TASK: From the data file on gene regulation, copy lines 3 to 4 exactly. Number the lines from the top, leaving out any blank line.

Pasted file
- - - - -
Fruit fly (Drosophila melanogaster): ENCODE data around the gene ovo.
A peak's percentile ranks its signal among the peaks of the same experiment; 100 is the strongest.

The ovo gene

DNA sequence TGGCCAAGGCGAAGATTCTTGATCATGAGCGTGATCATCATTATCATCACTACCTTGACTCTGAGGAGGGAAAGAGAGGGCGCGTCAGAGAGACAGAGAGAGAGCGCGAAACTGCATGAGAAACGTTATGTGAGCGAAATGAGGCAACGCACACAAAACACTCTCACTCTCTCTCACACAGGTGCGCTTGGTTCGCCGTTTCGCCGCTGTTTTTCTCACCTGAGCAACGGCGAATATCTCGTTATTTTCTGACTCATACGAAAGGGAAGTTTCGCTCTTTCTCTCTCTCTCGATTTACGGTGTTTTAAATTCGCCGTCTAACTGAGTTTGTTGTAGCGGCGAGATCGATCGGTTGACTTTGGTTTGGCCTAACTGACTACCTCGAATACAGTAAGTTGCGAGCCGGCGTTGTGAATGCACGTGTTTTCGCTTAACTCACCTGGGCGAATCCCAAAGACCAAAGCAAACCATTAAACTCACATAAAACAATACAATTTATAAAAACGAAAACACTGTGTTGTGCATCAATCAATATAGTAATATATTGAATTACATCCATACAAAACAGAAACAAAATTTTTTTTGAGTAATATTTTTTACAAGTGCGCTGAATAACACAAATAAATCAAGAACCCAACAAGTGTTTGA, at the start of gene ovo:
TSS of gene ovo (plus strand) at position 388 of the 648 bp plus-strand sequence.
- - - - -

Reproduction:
The ovo gene

DNA sequence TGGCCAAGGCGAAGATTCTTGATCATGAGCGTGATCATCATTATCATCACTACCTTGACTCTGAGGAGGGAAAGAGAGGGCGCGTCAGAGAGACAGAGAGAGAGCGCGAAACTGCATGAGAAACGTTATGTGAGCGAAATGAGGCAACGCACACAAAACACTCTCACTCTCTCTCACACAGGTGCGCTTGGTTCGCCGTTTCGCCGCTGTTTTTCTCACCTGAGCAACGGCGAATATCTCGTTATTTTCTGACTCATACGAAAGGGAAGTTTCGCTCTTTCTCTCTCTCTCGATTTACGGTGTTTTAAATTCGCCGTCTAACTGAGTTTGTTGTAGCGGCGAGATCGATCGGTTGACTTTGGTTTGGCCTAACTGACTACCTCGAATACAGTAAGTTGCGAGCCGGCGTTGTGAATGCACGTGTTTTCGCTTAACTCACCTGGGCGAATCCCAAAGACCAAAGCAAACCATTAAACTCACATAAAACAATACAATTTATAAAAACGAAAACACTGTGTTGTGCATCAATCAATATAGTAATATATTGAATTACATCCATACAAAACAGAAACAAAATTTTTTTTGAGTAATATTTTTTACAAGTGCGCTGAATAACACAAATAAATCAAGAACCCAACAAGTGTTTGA, at the start of gene ovo: